Latest posts by Joy Pullmann (see all)
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Here’s another item for our series lately about how growing federal control of education is creating a wave of discontent: A group of Obama-supporting teachers has begun to publicly request he stand down in increasing federal intrusion into education.
The maze of regulations and requirements is only increasing as the Obama administration continues to push national standards and tests tied to them, and many teachers can’t take it any more, for some despite their support for the president.
Here are some poignant excerpts (emphasis added):
I am a college professor and was able to rally legions of students in support as well. However, if the decisions of [President Obama’s] nominated representatives continue to favor high-stakes testing for teacher and student accountability, I will find a new candidate to support in 2012.
I was a teacher for 30 years and… felt accountable for every child in my class and measured their progress often, not with a state-mandated grade level test but with assessments based on the content I had taught. When NCLB became law and the consequences of inadequate yearly progress (measuring two unequal groups of students) became dire, I was forced to abandon the methods I believed in for fear my students would not do well enough on the tests. When I moved on to two different charter schools to help with aligning curriculum to the state standards I saw the same results — less innovation and more standardization resulting in less inspired teaching. I decided to opt for early retirement in 2009, discouraged by what I saw happening in Washington.
I am retired from teaching in elementary school in one of the “low-performing” schools. We missed our goal by a tiny percentage in this high-stakes testing charade. We are not teaching science or social studies due to your policies.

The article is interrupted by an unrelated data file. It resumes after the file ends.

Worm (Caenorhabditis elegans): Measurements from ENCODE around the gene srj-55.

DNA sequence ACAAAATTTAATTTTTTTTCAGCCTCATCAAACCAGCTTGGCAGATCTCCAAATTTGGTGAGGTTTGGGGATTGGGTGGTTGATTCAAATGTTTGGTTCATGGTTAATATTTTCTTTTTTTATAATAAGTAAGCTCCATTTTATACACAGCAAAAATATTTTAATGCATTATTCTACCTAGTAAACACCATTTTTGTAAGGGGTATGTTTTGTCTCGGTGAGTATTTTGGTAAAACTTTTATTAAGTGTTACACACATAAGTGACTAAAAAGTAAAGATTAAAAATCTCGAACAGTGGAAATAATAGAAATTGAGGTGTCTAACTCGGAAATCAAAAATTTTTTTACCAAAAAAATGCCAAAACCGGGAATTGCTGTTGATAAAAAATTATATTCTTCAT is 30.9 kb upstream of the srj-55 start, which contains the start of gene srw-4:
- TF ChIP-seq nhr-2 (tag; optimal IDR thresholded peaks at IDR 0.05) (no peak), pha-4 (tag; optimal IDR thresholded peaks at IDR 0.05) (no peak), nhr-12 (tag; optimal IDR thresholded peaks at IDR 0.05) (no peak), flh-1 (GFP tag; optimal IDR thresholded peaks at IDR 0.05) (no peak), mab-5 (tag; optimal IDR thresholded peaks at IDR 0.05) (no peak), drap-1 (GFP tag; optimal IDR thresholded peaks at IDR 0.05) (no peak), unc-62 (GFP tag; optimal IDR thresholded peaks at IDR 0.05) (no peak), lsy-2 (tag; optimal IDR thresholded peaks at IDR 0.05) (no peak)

Of course, many of these same dissatisfied teachers would support other centralizing education policies rather than the tests-and-regulations policies of the same breed. It’s likely they would support much higher education spending with much looser strings, when instead a better approach would be to reduce spending (federal education spending has tripled in the past fifty years to no rise in test scores) and, consequently, strings. At the same time, this does show that even ideological liberals can’t knock education reality: more federal control of education means greater frustration for teachers, administrators, parents, and students.
Now, beware one other thing: many liberal educators and commentators oppose tests because they reveal the sickly insides of our education system. If schools are to receive vast public funds, they ought prove they’re returning something for those taxpayer dollars. And standardized tests are the most logical and simple way to accomplish that.
All the more reason to give schools AND taxpayers more freedom by making schools accountable to parents and students, not the federal government.